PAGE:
NHS productivity is stagnant or falling by most measures, although experts say methods of measuring need refining.
The ONS report paints a mixed picture on productivity
Using the standard comparison of NHS outputs to inputs, productivity has been falling by between 0.6% to 1.3% a year from 1995 to 2004.
This comes after record levels of money have been pumped into the NHS.
But the Office for National Statistics said a debate was needed about how it was calculated as the results differed when other factors were included.
Comparing outputs - hospital activity - to inputs - labour and capital - has to date been widely accepted as the best method of measuring productivity and is used by the Treasury and Bank of England to inform policy.
But attempts are now being made to take into account the quality of treatment by using patient experience and survival rates.
When quality of treatment is included, productivity ranged between a 0.2% increase a year to a 0.5% decrease from 1999 to 2004.
However, the ONS acknowledged that this kind of methodology was in its infancy.
Basic - By comparing outputs (treatment activity) to inputs (labour and capital) statisticians can get a measure of productivity
Quality of treatment - Outputs are adjusted to take into account quality measures such as survival rates and patient experience, before comparing them to inputs
Economic performance - Productivity can also take into account the cost to economy. If earnings are rising as they are currently, the cost of ill-health is greater and by factoring this in on top another measure can be calculated
And then if the rise in real earnings - about 1.5% a year - is also factored in due to the cost of ill-health being more costly to the economy, NHS productivity rose by an average of 0.9% and 1.6% a year.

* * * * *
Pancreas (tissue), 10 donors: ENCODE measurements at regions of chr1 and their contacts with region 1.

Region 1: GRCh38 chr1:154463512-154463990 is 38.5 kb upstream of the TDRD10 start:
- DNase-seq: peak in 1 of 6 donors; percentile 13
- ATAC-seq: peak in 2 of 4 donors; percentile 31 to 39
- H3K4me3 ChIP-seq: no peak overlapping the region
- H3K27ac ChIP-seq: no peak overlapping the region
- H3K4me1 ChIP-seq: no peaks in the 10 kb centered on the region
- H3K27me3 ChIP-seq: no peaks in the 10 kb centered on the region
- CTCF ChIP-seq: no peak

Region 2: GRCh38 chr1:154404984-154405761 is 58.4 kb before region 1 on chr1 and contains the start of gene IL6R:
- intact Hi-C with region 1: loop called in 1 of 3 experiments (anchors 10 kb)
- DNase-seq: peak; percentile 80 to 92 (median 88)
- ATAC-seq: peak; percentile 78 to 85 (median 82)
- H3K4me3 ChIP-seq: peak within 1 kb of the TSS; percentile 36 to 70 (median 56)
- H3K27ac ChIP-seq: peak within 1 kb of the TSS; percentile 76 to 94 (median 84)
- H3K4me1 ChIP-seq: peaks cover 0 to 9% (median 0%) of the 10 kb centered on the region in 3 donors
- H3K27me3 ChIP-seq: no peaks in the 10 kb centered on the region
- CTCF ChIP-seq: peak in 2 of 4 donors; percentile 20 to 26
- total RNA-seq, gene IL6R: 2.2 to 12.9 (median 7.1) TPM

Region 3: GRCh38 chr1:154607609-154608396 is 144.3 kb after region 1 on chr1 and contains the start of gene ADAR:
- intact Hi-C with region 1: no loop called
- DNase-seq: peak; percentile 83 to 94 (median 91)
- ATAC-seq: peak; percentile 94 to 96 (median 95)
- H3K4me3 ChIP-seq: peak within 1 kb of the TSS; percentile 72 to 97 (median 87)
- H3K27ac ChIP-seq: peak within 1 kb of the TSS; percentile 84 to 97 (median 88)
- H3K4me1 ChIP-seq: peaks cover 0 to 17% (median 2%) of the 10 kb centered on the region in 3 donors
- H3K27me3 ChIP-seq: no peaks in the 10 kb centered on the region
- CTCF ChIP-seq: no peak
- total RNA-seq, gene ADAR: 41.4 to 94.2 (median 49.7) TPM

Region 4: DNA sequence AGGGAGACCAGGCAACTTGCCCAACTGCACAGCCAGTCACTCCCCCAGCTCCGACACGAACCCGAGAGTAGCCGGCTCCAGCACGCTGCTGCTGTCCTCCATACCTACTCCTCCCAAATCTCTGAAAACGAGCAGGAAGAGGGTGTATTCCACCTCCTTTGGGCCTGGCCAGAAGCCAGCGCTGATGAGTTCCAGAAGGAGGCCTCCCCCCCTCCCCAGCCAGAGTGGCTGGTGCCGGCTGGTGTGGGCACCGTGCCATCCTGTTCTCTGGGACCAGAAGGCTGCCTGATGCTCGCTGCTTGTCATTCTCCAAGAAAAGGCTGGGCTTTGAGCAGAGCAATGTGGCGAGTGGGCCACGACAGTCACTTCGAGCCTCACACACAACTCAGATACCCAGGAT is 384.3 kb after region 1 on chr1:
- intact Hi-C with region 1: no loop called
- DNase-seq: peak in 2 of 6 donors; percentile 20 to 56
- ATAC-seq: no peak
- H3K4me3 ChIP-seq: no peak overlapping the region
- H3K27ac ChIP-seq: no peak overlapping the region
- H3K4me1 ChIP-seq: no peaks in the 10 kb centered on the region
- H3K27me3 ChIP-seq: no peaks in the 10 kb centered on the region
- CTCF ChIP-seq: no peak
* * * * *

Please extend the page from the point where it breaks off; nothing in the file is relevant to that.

Productivity has proved a controversial subject following Labour's record investment programme in the NHS. Since 1997, the NHS budget has doubled and by 2008 it will have trebled to bring England up to European levels.
But the NHS has also found itself in the midst of a financial crisis, with one in four trusts failing to balance their books last year.
Critics have argued that while Labour has invested more, the health service is becoming inefficient.
National Statistician Karen Dunnell said the latest results showed there needed to be a discussion over how productivity was going to be measured.
"Measuring value for money in the public services is of major importance to everyone.
"What is now needed is a thorough public discussion of the methodologies involved."
Health Secretary Patricia Hewitt focussed on the methods that showed productivity was increasing, saying government reforms were making the NHS more efficient.
But she added more work still needed to be done to improve the way it is measured.
"The Department of Health is now working with the ONS towards an even more comprehensive measurement."
Nigel Edwards, director of policy at the NHS Confederation, which represents health service managers, agreed measuring productivity was "complex".
"Previous measures of productivity in health have measured health inputs versus outputs and miss a large amount of what the NHS actually does."
And Alan Maynard, professor of health economics at York University, said: "The problem is that we are not very good at measuring the physical and mental outcomes of treatment and therefore, while the results are interesting they are somewhat limited.
"We have to improve the way we measure outcomes, in particular, in regards to primary care, where there is very little data."
But Shadow Health Secretary Andrew Lansley said the measure showing productivity decreasing was the most accurate as it was virtually impossible to determine whether improvements in health were attributable to the NHS or not.